Despite the polls I have a gut feeling the election will be a close-run race.
The Nats have taken a beating thanks to MP scandals plus the party’s extraordinary decision to pick as their leader, an obscure MP, who in two terms had never made a mark.
But with politics, memories are short and now with the obvious leader finally installed, it’s a new ball-game.
As the great Angelo Dundee once said to me, the critical key to win in competitive activity, be it sport, politics or commerce, is to set the agenda. Well, Judith’s certainly done that since gaining the driver’s seat. Furthermore, Jacinda’s playing into her hands by refusing to issue any policy announcements on the nonsensical grounds that she’s concentrating on the covid issue. Doing what? Is she in a laboratory working on a vaccine?
It’s no secret I prefer Labour politicians. There’s a good reason for that, namely they’re mostly much more interesting people.
In government they do bold things. Past Labour governments set the framework for our broadly successful nation.
The first created our welfare state. The Lange government established our successful market economy.
Often overlooked is the Nash government’s huge contribution, in erecting tariff walls resulting in a rapid creation of home-grown industries.
And it was a Labour government, and notably Roger Douglas, who three decades later tore them down, ensuring that the most economic (which turned out to be quite a large number) survived and prospered.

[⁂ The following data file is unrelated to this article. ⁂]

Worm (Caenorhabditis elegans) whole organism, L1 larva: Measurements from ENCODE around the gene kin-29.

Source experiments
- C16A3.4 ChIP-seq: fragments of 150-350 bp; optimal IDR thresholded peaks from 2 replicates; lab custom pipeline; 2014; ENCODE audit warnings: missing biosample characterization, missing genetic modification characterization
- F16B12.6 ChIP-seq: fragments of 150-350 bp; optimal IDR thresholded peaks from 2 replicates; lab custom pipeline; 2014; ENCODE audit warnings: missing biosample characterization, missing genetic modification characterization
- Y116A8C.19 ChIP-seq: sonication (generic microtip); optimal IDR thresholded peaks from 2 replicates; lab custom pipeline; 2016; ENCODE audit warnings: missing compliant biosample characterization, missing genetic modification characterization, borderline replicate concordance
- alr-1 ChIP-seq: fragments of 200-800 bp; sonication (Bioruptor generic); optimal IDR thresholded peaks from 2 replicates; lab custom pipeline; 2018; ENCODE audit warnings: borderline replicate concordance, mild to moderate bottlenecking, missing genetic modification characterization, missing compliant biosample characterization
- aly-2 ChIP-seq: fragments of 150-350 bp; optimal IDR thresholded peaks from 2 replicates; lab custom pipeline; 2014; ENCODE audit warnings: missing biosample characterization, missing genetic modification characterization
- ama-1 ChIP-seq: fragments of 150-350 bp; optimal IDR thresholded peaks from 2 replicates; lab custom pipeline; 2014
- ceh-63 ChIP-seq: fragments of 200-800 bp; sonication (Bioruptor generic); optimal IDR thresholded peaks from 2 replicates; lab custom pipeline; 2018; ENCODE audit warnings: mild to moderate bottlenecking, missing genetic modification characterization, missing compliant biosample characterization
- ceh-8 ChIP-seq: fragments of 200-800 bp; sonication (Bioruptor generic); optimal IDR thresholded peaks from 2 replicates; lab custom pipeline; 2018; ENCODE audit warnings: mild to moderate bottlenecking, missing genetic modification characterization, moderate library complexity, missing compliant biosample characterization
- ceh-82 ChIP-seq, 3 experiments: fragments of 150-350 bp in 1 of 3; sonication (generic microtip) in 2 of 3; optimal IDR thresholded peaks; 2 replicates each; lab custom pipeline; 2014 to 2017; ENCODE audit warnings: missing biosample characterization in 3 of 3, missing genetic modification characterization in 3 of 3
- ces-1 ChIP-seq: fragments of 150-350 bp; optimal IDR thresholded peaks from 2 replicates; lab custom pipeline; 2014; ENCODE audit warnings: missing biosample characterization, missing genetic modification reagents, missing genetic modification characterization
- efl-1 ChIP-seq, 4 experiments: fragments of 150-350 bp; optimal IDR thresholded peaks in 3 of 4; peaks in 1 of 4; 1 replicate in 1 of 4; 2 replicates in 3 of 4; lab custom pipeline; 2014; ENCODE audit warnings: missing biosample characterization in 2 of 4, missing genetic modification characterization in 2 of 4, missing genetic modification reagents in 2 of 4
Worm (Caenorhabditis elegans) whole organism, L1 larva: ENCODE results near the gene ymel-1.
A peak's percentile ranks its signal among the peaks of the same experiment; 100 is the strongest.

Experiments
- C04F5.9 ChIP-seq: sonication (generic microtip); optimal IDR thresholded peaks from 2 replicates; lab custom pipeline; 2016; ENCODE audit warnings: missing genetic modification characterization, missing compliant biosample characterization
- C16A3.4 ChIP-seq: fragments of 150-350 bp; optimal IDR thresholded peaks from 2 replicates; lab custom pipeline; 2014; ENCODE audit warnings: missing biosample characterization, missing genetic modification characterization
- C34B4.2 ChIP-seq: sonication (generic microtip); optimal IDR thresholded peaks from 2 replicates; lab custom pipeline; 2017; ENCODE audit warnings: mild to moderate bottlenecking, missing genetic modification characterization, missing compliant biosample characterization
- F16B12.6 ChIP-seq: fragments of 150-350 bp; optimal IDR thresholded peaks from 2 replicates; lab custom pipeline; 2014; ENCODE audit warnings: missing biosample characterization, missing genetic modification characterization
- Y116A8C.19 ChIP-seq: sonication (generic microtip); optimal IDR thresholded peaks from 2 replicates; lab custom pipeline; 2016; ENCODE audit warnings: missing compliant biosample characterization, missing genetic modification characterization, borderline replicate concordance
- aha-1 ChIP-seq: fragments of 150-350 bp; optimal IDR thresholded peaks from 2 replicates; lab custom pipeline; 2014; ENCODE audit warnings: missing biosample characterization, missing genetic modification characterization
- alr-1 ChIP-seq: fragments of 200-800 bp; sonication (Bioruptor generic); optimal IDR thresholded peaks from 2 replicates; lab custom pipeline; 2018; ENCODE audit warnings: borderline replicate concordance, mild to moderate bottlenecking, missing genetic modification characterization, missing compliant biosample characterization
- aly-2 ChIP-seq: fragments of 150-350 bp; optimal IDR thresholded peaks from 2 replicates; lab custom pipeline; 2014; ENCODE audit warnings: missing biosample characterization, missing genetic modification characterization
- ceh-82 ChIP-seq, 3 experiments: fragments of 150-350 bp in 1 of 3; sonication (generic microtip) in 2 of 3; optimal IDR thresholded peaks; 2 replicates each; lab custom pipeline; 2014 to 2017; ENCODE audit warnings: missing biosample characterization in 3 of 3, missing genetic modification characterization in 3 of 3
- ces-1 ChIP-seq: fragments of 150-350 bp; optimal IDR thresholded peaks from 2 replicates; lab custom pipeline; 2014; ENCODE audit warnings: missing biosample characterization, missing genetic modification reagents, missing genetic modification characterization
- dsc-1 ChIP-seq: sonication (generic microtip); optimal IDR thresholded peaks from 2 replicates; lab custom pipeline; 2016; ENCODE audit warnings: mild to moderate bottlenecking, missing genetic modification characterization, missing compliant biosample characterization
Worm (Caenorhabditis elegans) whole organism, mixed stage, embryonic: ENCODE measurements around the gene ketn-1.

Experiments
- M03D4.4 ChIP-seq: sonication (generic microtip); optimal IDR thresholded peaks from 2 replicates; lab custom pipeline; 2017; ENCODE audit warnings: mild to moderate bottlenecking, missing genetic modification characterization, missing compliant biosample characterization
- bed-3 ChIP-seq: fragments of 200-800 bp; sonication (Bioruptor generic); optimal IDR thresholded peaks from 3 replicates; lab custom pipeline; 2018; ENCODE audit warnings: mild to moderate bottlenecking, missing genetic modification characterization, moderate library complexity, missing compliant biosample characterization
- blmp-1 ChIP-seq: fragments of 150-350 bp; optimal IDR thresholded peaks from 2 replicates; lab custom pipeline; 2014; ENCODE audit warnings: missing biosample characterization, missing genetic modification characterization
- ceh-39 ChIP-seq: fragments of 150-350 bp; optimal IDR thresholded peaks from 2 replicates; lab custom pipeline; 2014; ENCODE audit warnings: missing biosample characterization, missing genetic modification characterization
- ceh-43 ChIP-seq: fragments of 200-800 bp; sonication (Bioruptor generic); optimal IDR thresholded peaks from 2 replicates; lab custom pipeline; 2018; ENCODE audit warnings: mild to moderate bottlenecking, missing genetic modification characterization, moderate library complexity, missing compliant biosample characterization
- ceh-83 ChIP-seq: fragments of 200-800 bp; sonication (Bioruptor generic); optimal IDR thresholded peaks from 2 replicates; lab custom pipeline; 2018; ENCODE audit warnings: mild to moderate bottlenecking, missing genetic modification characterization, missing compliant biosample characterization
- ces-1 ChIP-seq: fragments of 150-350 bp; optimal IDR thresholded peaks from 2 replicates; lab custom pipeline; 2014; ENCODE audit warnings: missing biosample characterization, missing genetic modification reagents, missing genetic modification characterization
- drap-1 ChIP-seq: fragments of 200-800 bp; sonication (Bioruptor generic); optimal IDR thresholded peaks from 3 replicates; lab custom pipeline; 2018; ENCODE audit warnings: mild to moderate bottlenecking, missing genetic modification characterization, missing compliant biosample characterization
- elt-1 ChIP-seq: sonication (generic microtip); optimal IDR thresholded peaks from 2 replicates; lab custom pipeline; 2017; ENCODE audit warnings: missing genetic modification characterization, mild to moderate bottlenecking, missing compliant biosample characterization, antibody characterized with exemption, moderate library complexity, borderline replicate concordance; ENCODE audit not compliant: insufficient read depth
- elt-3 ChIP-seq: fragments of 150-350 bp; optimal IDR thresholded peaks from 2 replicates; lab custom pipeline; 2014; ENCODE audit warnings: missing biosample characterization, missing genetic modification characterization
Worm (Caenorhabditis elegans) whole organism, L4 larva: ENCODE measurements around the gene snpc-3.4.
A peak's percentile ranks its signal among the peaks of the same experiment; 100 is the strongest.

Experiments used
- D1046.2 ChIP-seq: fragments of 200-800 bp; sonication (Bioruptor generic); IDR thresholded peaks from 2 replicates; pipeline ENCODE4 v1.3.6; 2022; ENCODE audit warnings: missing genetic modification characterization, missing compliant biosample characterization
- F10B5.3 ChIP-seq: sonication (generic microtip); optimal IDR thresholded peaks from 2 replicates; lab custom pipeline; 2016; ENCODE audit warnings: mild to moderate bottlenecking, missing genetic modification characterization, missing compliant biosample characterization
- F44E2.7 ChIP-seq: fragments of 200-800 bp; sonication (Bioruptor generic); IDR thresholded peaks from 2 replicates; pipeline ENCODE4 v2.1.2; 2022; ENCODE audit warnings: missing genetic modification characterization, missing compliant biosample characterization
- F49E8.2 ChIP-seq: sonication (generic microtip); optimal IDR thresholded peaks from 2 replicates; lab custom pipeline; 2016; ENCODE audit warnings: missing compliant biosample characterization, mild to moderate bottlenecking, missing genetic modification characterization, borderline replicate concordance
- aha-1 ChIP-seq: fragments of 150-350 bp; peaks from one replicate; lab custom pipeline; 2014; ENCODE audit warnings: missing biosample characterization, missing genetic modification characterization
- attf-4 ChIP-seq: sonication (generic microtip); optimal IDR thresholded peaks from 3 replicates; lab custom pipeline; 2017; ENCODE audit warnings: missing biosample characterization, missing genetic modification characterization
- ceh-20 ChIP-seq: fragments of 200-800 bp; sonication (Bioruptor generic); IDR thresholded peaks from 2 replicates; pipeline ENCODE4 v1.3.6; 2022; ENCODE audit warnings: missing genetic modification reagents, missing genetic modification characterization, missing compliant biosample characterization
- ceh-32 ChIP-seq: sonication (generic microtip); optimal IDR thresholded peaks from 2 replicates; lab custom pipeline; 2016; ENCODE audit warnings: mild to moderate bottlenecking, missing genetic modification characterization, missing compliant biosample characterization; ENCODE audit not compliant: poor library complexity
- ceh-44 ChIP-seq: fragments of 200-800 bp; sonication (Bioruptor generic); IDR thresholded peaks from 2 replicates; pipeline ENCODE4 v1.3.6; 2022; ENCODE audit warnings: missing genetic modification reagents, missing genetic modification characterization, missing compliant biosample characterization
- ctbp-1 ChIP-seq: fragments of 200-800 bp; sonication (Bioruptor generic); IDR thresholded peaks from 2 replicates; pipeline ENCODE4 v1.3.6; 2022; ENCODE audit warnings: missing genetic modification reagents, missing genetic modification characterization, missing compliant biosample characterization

The problem with Labour governments however, is their cornucopian approach to expenditure and their faith in the state’s ability to do stuff it can’t. This can manifest itself in harebrain ideas.
For example; the Clark government’s announcement of an unemployed artists benefit. I was outraged and per chance, the following evening at a function, encountered Judith Tizard, the Junior Minister responsible. The following exchange ensued.
“Judith,” I protested. “There’s no such bloody thing as unemployed artists; only unsuccessful ones”.
“Look it’s trivia Bob. Our people (the public servants) assure me they’re only anticipating about 10 applicants”.
From memory, two months later the applicants list, nearly all from the East Coast, hit 20,000. They were indeed artists; bullshit artists. Anyway, the scheme was abandoned.
National governments sole raison d’etre is to prevent Labour governments. They are stolid and sound, but uninspiring.
They can point to only two game-changing achievements.
The first, by the Holland government, in line with their expressed goal of a home-owner democracy, was their family benefit capitalisation scheme enabling state house occupants to buy their homes. This built a much bigger middle-class, a necessary foundation for a successfully functioning society. It should be resurrected and was a huge achievement.
The second was the Bolger government’s introduction of voluntary unionism.
Offsetting that desirable action was that government’s lumpen acceptance of the Reserve Bank Act which caused devastation and mass migration.
The incoming Clark government, and notably Michael Cullen and it may surprise you, Jim Anderton, understood that and immediately reversed the Act’s high exchange rate and high interest rates strategies. Two years later the economy went into growth mode.
The Key government copped two major crises; first the international Bank collapse, then the Christchurch earthquake. The rebuild was largely paid for by insurance and boosted the economic statistics.
The Banking crisis was simply ridden through. It was a laissez faire government which matched the nation’s mood and thus politically, was highly successful, albeit uninspiring.
It may well be the electorate opt for National’s safe pair of hands management in the economic disaster days looming. Conversely, they may feel the need for radicalism. Either way, I’m convinced it will be a close-run race, decided by the fate of the three key smaller parties.
I’ll deal with those in my next offering.